The Toxic Male: Why We’ll Never Really Escape Him

Does no one care about “toxic masculinity” anymore? For a brief moment after the mainstream rise of MeToo, it seemed like the worst thing ever for a man to get called out for bad behaviors. But now the toxic male is thriving – he’s getting worship on our movies and on our TV screens, he’s got a million TikTok followers. Here’s our take on why the era of outrage over toxic masculinity is truly dead – and Hollywood and social media have doubled down to put the toxic male back on top and at the center of our stories.


Does no one care about “toxic masculinity” anymore? For a brief moment after the mainstream rise of MeToo, it seemed like the worst thing ever for a man to get called out for bad behaviors. But now the toxic male is thriving – he’s getting worship on our movies and on our TV screens, he’s got a million TikTok followers.

He’s not only saying stuff that might have gotten him canceled a few years ago; he’s riding a MeToo backlash that seems to be making him bolder and more unapologetic than ever. So it’s not so much that the toxic male is back, he just took a quick breather, and the 2.0 version that’s arisen from the ashes of #MeToo is somehow even more toxic.

The men who were declared banished from entertainment back in 2017 are selling out venues, returning to the director’s chair and getting grammy nominations. And the toxic male hearthrob onscreen is winning the Internet’s heart. Here’s our take on why the era of outrage over toxic masculinity is truly dead – and Hollywood and social media have doubled down to put the toxic male back on top and at the center of our stories.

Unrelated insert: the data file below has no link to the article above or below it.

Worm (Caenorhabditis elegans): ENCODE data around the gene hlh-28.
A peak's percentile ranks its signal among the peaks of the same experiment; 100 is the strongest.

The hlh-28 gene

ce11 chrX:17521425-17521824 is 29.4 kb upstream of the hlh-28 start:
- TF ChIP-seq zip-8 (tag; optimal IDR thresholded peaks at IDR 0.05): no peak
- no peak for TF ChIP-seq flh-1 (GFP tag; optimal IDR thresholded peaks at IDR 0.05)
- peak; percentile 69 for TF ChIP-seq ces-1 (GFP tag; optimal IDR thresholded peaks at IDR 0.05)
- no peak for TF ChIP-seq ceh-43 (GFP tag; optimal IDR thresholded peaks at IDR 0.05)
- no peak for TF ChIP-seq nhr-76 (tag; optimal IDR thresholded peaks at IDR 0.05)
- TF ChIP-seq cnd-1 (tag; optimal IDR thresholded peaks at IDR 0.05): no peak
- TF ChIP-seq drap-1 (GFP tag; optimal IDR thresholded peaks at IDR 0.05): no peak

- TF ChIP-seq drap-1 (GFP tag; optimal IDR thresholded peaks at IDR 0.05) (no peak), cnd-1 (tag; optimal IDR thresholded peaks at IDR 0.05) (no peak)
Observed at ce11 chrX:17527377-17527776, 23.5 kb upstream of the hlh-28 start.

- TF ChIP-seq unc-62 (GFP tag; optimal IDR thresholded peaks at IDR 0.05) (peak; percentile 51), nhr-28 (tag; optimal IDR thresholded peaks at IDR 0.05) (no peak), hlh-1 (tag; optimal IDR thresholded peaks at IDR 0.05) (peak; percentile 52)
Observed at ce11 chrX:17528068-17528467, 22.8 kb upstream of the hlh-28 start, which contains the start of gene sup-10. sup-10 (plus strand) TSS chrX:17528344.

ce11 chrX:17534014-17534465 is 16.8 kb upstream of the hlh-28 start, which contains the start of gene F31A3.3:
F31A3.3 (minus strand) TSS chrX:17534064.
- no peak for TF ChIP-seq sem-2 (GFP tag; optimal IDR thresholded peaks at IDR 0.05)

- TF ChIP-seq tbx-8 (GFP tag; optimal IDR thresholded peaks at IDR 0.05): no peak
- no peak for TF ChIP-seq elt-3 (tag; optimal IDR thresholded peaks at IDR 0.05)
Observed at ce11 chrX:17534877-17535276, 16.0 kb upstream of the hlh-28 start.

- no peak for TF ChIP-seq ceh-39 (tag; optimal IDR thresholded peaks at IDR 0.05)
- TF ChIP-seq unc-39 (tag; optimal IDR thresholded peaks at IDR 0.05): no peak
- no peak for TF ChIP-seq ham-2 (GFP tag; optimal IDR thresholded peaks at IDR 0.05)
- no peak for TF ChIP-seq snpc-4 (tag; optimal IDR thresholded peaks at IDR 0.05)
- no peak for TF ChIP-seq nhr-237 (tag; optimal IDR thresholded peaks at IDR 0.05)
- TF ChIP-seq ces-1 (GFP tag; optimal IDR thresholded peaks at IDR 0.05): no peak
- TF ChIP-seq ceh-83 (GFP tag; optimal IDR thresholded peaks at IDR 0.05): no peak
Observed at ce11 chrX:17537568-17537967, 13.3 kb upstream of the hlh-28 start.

Dawn: “We got another toxic dude on our hands!” Girls5Eva

In the Irish black comedy Bad Sisters, a group of sisters decide to take down their brother-in-law because he’s an example of a male so toxic that he’s beyond redemption – the only way to help their sister Grace live again is to cut out the cancer that is this toxic male.

This is a fictional representation of the MeToo mentality – that certain toxic males simply must be banished from society – and it seems to have held true at least for the most infamous target of MeToo, Harvey Weinstein, who was actually convicted for his crimes in court.

Revisionist Western series The English is also about taking down the toxic white male– in this case a ruthless Englishman who’s massacred countless Native Americans and others – while the series underlines how that colonial brutality is what the Wild Wild West (and modern American culture) are truly built on.

But these storylines about holding the toxic male accountable feel like the exception, in contrast to what we’re seeing in s lots of other TV and movies (and in real life) to this day.

Let’s kick things off with the toxic-male-as-heartthrob trope, which never truly went away. Take Euphoria’s Nate Jacobs – a tormented,violent, narcissist. The show does explore what’s wrong with him in a critical way – but that hasn’t stopped him from becoming a fan favorite. Or look at another unapologetic HBO bad boy, Daemon from House of the Dragon.

Viserys Targaryen: “The good and honorable lady of the veil –”